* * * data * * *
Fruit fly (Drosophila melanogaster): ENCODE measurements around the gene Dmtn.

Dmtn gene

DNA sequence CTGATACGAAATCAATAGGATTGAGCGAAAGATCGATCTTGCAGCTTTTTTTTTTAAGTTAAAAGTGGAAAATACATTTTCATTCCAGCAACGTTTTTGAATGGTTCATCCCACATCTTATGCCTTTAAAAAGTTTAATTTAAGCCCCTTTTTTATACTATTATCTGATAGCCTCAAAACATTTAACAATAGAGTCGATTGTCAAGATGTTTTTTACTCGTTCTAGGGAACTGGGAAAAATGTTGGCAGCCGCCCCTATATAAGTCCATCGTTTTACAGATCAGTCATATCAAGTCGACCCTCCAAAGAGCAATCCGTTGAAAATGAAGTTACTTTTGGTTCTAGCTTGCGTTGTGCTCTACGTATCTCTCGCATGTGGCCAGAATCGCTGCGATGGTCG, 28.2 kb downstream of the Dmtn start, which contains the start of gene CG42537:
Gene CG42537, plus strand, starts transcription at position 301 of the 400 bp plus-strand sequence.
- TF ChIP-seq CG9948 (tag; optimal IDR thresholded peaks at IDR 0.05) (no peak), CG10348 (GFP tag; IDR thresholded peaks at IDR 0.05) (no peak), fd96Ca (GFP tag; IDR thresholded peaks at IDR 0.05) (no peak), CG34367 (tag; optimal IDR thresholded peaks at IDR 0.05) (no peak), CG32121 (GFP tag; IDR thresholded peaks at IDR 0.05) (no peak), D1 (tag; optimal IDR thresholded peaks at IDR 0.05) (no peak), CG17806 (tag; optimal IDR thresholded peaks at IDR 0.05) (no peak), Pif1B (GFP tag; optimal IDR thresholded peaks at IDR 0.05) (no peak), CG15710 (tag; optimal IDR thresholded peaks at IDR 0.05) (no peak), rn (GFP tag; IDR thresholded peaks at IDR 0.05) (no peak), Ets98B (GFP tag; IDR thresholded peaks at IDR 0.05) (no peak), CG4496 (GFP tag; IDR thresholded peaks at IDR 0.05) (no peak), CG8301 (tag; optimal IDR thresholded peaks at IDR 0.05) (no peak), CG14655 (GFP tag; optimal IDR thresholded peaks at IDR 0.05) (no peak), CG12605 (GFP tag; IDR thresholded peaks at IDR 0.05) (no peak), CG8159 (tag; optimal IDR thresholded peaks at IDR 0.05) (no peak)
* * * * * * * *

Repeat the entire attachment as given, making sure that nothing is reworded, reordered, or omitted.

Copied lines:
Fruit fly (Drosophila melanogaster): ENCODE measurements around the gene Dmtn.

Dmtn gene

DNA sequence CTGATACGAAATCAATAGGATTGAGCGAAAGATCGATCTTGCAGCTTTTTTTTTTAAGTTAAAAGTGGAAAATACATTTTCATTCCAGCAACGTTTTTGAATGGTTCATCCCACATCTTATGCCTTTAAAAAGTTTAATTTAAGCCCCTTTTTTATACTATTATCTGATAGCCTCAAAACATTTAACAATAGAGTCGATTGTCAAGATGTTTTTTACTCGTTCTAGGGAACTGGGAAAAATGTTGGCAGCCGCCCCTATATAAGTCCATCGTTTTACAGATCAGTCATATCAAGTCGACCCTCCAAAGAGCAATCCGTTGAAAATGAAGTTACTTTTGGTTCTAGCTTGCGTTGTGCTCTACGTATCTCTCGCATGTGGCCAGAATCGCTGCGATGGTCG, 28.2 kb downstream of the Dmtn start, which contains the start of gene CG42537:
Gene CG42537, plus strand, starts transcription at position 301 of the 400 bp plus-strand sequence.
- TF ChIP-seq CG9948 (tag; optimal IDR thresholded peaks at IDR 0.05) (no peak), CG10348 (GFP tag; IDR thresholded peaks at IDR 0.05) (no peak), fd96Ca (GFP tag; IDR thresholded peaks at IDR 0.05) (no peak), CG34367 (tag; optimal IDR thresholded peaks at IDR 0.05) (no peak), CG32121 (GFP tag; IDR thresholded peaks at IDR 0.05) (no peak), D1 (tag; optimal IDR thresholded peaks at IDR 0.05) (no peak), CG17806 (tag; optimal IDR thresholded peaks at IDR 0.05) (no peak), Pif1B (GFP tag; optimal IDR thresholded peaks at IDR 0.05) (no peak), CG15710 (tag; optimal IDR thresholded peaks at IDR 0.05) (no peak), rn (GFP tag; IDR thresholded peaks at IDR 0.05) (no peak), Ets98B (GFP tag; IDR thresholded peaks at IDR 0.05) (no peak), CG4496 (GFP tag; IDR thresholded peaks at IDR 0.05) (no peak), CG8301 (tag; optimal IDR thresholded peaks at IDR 0.05) (no peak), CG14655 (GFP tag; optimal IDR thresholded peaks at IDR 0.05) (no peak), CG12605 (GFP tag; IDR thresholded peaks at IDR 0.05) (no peak), CG8159 (tag; optimal IDR thresholded peaks at IDR 0.05) (no peak)